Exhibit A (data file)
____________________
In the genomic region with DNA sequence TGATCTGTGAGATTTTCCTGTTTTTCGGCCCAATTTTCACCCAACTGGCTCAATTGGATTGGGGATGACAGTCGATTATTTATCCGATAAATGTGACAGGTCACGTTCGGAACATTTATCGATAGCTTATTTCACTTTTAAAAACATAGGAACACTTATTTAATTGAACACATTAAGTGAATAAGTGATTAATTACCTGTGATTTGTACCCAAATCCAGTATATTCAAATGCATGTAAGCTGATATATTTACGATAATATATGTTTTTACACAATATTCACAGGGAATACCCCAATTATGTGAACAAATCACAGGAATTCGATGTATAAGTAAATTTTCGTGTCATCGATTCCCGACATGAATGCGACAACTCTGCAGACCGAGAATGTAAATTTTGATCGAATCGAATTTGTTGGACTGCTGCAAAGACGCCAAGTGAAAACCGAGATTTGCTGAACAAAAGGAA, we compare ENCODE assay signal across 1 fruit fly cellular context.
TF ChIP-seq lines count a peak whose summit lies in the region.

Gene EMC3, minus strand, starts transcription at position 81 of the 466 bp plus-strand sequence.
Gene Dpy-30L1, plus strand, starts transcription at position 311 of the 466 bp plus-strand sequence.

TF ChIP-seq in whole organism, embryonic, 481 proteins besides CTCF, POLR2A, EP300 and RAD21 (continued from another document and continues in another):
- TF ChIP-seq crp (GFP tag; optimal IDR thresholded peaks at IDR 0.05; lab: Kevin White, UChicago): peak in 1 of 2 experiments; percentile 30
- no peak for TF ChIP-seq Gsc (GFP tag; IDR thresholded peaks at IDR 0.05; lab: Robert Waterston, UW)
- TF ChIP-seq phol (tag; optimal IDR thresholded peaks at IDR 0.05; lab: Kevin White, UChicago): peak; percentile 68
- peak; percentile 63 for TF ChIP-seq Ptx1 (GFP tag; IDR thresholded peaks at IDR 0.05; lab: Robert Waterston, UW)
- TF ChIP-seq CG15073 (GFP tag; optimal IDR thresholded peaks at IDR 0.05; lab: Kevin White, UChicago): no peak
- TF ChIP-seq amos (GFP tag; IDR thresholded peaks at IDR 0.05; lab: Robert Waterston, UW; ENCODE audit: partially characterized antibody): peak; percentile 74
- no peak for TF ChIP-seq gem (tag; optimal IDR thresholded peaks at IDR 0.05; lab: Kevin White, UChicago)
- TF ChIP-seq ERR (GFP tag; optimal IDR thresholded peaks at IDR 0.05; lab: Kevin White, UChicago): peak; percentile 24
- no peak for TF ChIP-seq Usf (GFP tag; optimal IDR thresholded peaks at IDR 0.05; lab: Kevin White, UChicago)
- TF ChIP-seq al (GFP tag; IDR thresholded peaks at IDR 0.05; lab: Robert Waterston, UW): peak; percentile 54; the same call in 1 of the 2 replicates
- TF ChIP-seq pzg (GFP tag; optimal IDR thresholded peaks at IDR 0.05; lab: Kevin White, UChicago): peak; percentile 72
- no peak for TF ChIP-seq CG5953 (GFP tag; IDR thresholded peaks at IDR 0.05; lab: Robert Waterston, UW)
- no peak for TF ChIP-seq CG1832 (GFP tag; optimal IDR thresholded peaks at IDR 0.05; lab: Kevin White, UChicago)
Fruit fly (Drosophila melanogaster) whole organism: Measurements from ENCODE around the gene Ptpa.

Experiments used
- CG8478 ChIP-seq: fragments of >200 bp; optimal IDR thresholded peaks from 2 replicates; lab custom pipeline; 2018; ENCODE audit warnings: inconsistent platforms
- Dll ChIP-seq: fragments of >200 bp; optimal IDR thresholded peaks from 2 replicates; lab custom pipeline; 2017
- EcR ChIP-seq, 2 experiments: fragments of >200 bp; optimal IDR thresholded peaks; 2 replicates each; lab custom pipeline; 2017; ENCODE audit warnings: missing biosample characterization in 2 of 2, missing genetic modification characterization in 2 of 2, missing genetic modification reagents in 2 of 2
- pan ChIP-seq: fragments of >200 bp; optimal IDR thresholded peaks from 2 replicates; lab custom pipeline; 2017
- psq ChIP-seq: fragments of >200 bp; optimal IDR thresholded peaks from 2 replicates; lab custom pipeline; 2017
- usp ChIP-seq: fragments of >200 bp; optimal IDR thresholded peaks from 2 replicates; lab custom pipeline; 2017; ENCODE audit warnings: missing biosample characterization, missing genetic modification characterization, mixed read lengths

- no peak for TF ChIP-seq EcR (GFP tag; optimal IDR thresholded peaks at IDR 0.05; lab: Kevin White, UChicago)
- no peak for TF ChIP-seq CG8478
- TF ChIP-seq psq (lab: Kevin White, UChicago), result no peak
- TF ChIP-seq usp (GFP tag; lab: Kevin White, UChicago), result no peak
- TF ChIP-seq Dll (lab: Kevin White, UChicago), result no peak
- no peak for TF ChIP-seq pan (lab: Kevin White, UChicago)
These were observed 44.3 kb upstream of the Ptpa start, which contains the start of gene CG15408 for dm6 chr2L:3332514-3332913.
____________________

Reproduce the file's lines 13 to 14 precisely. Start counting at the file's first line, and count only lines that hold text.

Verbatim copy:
- TF ChIP-seq ERR (GFP tag; optimal IDR thresholded peaks at IDR 0.05; lab: Kevin White, UChicago): peak; percentile 24
- no peak for TF ChIP-seq Usf (GFP tag; optimal IDR thresholded peaks at IDR 0.05; lab: Kevin White, UChicago)